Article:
Posted 3 years ago
While cleaning my archives, I came across pictures of cameras that once held honored places in my collection. When first starting a collection of early American wood cameras, I looked for this type of red-bellows “self-casing” American camera and eventually acquired a large number of them.
Shown here is a very nice example of a ‘Cycle Wizard A’ by the Manhattan Optical Company of New York (the factory was located in Cresskill, New Jersey). It is a classic example of an American design that was popular from the 1890s to early 1900s . This is a simple leather covered, inexpensive 4x5 inch format camera advertised for making snapshots. The camera was acquired as an outfit with its original side-by-side case and a glass plate holder. The body is polished mahogany with nickel plated brass hardware.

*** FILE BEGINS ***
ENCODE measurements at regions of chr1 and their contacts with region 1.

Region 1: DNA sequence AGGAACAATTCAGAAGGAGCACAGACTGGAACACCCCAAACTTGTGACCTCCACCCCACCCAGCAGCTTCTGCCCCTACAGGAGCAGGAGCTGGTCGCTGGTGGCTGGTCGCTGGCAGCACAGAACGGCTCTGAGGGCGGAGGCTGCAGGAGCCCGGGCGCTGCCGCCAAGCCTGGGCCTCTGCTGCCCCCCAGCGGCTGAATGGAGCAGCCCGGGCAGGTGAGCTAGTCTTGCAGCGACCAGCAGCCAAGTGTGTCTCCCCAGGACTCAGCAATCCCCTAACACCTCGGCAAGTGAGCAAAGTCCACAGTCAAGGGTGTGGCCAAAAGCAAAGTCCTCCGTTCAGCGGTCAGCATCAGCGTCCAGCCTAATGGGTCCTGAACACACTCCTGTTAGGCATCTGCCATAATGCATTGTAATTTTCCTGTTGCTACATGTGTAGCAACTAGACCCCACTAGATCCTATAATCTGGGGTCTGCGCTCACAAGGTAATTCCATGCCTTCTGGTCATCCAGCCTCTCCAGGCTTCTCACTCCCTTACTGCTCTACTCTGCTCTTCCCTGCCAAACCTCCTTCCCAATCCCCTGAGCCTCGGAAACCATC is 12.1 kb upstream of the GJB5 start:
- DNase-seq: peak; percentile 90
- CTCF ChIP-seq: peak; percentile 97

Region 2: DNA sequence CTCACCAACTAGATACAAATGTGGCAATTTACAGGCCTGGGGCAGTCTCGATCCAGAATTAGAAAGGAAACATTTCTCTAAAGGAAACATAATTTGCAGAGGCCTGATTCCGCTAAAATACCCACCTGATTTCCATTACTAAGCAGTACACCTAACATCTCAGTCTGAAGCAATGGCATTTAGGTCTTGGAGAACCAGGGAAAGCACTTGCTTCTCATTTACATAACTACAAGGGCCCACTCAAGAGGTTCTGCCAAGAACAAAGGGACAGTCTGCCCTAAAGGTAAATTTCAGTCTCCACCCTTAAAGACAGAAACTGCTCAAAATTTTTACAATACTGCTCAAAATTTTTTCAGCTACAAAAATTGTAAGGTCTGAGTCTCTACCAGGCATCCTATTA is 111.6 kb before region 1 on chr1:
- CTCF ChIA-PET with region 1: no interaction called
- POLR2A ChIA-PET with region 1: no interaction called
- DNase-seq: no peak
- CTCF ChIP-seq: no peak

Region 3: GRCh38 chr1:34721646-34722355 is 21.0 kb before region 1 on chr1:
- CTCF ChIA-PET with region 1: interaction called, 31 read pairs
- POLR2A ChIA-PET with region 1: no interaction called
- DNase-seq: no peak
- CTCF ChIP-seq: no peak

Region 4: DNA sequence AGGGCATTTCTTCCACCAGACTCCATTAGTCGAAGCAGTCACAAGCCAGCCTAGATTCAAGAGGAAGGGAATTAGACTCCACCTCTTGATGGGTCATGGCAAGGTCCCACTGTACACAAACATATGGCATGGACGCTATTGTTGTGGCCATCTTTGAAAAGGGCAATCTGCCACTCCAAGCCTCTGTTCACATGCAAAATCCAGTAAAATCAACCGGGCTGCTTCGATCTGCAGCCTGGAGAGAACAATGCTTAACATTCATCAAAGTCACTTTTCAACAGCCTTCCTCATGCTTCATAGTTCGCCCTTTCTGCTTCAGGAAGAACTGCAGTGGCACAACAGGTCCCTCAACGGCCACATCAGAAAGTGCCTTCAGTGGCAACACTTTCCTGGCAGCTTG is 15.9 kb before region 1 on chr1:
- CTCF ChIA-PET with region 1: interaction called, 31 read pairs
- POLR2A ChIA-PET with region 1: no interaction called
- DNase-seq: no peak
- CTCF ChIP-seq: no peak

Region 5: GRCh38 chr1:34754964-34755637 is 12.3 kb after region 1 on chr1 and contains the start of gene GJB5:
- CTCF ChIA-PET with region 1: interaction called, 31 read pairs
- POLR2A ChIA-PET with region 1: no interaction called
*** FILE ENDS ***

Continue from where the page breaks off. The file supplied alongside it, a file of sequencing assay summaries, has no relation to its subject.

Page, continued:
As background, the term “Cycle” was sometimes added to camera names to identify models with thinner bodies that folded into very compact forms. Their side-by-side cases, in which the camera is stowed in a compartment next to the plate holders, could be attached to a bicycle’s top tube or handlebars.
Versions of the Cycle Wizard A, appearing from about 1899 through at least 1901, sold for $10.